Alternative Answer

The umbral blot is still, somehow, a creature. If you're a strong enough grappler, you can even grab it and wrestle it into submission. Don't ask me how, it just works. If the rules you're using for black holes has rules for interacting with creatures, it would be affected as normal, regardless of how it actually should work based on its composition.

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  • \$\begingroup\$ If you want to take sort-of-RL physics into account, I think the gravitational shockwave from the black hole's disappearance would destroy the universe. :-) \$\endgroup\$ – Harry Johnston Oct 25 '15 at 7:45
  • \$\begingroup\$ @HarryJohnston Fortunately, I think we are safe from that in even the most liberal interpretation of published D&D settings, since they all subscribe to a cosmology that is separated by more than time and space thanks to the hard-written presence of spells like gate. The Prime Material Plane would be destroyed, for example, but the gods would collectively shrug their shoulders on the other Planes -- depending on their investment into the mortal races. Hey I Can Chan's quotation seems to support this. \$\endgroup\$ – Lucas Leblanc Oct 26 '15 at 20:54

First, you need a black hole…

Luckily, Dungeons and Dragons 3.5 has your back. Elder Evils in the EL 20-21 encounter "The Obelisk" describes a caster who, under unusual circumstances, combines a sphere of annihilation with a well of many worlds. Five rounds after he does the

sphere becomes a "black hole," annihilating everything in existence. If abandoned, it picks up speed and power, drawing the island, the waters, the air and everything else on the Material Plane into its dimensional fissure, erasing all existence in 1d12+6 minutes. (142)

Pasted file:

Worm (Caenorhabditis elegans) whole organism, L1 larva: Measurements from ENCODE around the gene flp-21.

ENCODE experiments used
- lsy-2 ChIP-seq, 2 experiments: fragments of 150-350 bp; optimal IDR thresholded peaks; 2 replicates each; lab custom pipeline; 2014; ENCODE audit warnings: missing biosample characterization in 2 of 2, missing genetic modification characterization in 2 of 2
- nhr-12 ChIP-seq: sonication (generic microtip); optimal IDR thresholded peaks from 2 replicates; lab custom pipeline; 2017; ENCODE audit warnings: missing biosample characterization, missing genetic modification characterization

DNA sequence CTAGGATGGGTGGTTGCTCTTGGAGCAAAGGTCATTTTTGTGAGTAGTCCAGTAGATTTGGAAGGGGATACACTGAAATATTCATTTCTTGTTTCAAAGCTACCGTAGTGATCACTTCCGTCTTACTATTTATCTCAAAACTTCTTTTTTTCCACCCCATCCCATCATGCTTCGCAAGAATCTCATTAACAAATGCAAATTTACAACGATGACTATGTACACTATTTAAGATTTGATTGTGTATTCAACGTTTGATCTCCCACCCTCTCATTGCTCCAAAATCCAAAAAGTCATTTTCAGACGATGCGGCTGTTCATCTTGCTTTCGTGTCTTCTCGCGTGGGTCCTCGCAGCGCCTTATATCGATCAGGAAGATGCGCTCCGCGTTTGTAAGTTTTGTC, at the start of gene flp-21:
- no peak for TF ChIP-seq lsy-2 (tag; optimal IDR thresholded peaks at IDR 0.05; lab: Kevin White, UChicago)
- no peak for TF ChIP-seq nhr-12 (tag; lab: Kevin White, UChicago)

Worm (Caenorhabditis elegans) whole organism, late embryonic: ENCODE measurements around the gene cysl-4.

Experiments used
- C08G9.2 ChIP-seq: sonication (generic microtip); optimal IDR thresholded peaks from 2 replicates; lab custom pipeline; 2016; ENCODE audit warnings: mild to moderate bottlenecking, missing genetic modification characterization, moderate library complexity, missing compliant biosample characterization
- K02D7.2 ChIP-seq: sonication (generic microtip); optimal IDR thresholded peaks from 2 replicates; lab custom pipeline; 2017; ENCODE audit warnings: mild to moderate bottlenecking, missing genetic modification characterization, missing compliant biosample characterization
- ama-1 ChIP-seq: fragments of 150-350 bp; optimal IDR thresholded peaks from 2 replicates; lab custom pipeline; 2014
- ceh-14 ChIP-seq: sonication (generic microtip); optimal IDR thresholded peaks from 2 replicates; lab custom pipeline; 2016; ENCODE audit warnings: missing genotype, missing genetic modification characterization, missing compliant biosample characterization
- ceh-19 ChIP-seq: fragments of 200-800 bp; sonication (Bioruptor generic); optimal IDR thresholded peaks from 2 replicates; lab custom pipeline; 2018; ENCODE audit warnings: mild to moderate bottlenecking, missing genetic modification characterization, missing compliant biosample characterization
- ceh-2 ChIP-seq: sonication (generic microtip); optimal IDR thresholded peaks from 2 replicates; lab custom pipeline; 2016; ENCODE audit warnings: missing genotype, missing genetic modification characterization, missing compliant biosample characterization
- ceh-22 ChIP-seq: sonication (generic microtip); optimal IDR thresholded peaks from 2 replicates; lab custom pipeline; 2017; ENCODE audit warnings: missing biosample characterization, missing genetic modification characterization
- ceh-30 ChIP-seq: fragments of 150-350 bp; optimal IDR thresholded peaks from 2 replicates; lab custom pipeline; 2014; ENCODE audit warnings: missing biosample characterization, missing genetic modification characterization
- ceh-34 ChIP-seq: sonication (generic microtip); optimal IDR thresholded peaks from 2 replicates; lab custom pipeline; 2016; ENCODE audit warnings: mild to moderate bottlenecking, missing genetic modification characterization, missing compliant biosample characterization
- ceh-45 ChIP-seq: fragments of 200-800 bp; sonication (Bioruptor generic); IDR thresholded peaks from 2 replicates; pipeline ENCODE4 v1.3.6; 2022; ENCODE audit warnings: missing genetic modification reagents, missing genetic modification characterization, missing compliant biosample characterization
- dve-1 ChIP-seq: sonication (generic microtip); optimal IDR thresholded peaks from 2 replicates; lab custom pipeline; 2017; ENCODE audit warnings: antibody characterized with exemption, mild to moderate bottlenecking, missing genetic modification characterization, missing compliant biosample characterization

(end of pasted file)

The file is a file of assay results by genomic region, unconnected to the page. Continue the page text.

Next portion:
The real fun begins on the next page's Features of the Area under Sphere of Annihilation:

Once the ["black hole" is created], the resulting tear pulls air, fine creatures, and debris toward it. After the first minute, the effect intensifies, and all characters must succeed on DC 15 Balance checks. A failed check means the character falls prone. A check failed by 5 or more indicates the character falls prone and slides 1d2×5 feet toward the sphere. Each minute thereafter, the Balance DC increases by 5. After 3 minutes, flying anywhere within 100 feet is impossible, and such characters are automatically sucked into the sphere unless they succeed on a Reflex save against the Balance check DC. (143)

Yes, resisting the black hole's pull requires increasingly difficult Balance skill checks. No one's laughing at the thief-acrobat now, are they?

Apparently, there's no range at which a creature doesn't make these Balance skill checks. Every creature on the Material Plane makes a Balance skill check, falls prone if it fails, and slides toward the black hole if it fails by 5 or more. Which is hilarious.

(I think, in the initial description, the author assumes the destruction of the Material Plane (and, by extension, all creatures thereon) because even level 21 characters will struggle to succeed on the, like, DC 100 Balance skill checks needed to resist the black hole's pull, but players are infinitely resourceful, so I wouldn't put it past them to survive beyond the given 18 minutes, especially if they manage to employ a greater teleport, which has "no range limit.")